When Robbie crawls into bed with Alex and puts his hand on Alex's shoulder—an encounter recorded on Alex's laptop camera—Ben declares that the 6-year-old must be "trying to cop a feel." A crude double entendre is uttered. We see Alex in a T-shirt and boxer shorts (her pajamas), as well as an off-the-shoulder outfit.

Violent Content

Compared to most other R-rated screamfests, the Paranormal Activity series has been relatively gore-free. Its demons don't seem to cotton to blood. But the body count? That's another issue.

In flashback, Katie (wearing a blood-stained tank top) kills her sister by throwing her against the wall. Another character dies after being hurled into the ceiling. (The impact is unseen, but we witness the lifeless body dropping to the floor.) Another person is tossed into several walls before being dragged off into the darkness, never to be seen again. A fourth unfortunate ends up with a snapped neck. (We see the twist.) A nasty-looking demon lunges at someone, and then the video, tellingly, goes dark.

Elsewhere, a boy gets dragged underneath bathwater, where he stays submerged for (seemingly) several minutes before rising, acting somewhat … changed. A knife is whisked off the kitchen counter, hovering apparently for days before dropping back onto the counter (and seriously scaring Alex's dad). A chandelier crashes to the floor.

After levitating for part of the night, Alex wakes up and claims that she feels like she's been hit by a truck. A garage door slams down, trapping Alex in a garage. Then a car starts up and runs for several minutes before Alex bashes one of the car's windows with a golf club and backs the car out through the still-closed garage door.

Crude or Profane Language

"Don't swear!" Robbie admonishes Alex and Ben, suggesting that his "invisible friend," while keen on killing, is no fan of bad language. But the characters here don't listen. The f-word is used about 20 times, and the s-word is uttered half-a-dozen times. Characters misuse both God's name (10 times) and Jesus' name (twice), and they say "a‑‑" and "b‑‑ch."

Drug and Alcohol Content

Alex's mom gives Alex a sleeping pill, much to the horror of the girl's father. Both parents drink wine.

Other Negative Elements

Rules aren't well inforced by Alex's parents. And the kids sometimes take advantage of that. When the parents leave for a night out, Alex and Ben have friends over. The get-together is pretty innocent, but it's suggested that it's done behind the parents' backs.

Ben secretly records all of his video chats with Alex, saying his computer just does it automatically. At Alex's request, Ben uses her family's computers to set up a whole-house monitoring system, unbeknownst to Alex's parents.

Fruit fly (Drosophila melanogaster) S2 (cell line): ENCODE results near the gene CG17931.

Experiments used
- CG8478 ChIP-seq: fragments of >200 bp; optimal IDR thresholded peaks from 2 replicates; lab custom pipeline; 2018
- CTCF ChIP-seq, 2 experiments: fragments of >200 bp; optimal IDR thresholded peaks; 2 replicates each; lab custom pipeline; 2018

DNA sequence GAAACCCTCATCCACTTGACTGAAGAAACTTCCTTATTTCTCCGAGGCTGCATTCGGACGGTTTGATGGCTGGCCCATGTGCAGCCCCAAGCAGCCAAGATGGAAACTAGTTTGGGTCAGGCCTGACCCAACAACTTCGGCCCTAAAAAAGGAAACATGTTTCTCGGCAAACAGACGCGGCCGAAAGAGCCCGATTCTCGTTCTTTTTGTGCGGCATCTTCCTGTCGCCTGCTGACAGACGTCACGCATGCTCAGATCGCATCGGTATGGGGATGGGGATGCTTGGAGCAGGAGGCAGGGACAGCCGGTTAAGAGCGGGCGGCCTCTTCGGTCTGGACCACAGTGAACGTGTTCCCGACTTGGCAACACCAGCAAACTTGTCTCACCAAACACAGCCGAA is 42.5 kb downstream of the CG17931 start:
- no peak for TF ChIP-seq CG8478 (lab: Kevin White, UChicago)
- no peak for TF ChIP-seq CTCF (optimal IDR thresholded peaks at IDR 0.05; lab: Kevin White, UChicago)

We hear references to people passing gas in their sleep.

Conclusion

When I was a kid, one of my friends was pretty sure his younger brother was possessed. So, one day, being the dutiful, Christian child that he was, he confronted his 6-year-old sibling, determined to cast out the evil influence.

"I know who you are," my friend said to his bewildered brother.

"What?"

"Get out of him!" my friend hollered. "Right now!"

Well, this created quite a ruckus, but after my friend's parents sat him down for a little chat (talking, among other things, about the fact that just because someone's eyes look red in a family photo, that doesn't necessarily indicate demon possession) things settled down quickly, with no real harm done.

My friend had never seen a movie about possession, as far as I know. His family was deeply religious, and I'm pretty sure his "inspiration" came from some creative Bible reading paired with his boundless—sometimes overactive—imagination.

I found myself thinking about him and his brother as I walked out of the theater after seeing this film, noticing that the only other people in the movie with me were all under the age of 12. My guess is that these kids—perhaps a half-dozen or so, all told—were dropped off at the local multiplex under false pretenses. Maybe they told their parents they were going to see Hotel Transylvania or Here Comes the Boom, but instead they snuck off to see an R-rated movie filled with bad language, some adolescent sensuality and loads of scary images.

And it's those images that are at issue here. Paranormal Activity 4 tells us that everything—and I mean everything—in our day-to-day lives might hide an unspeakable horror, be it making dinner, taking a bath, going to sleep or playing with an imaginary friend. And that's a message that can easily spark nightmares and waking terrors and flat-out emotional dysfunction.

I doubt that all the kids in the movie with me will automatically assume that their own family members are now in need of an exorcism. But demon possession is perhaps not something we should so casually use as a theme for entertainment. Some may learn to not take it seriously enough. And others—well, they might take it very seriously indeed, which can usher in its own set of problems.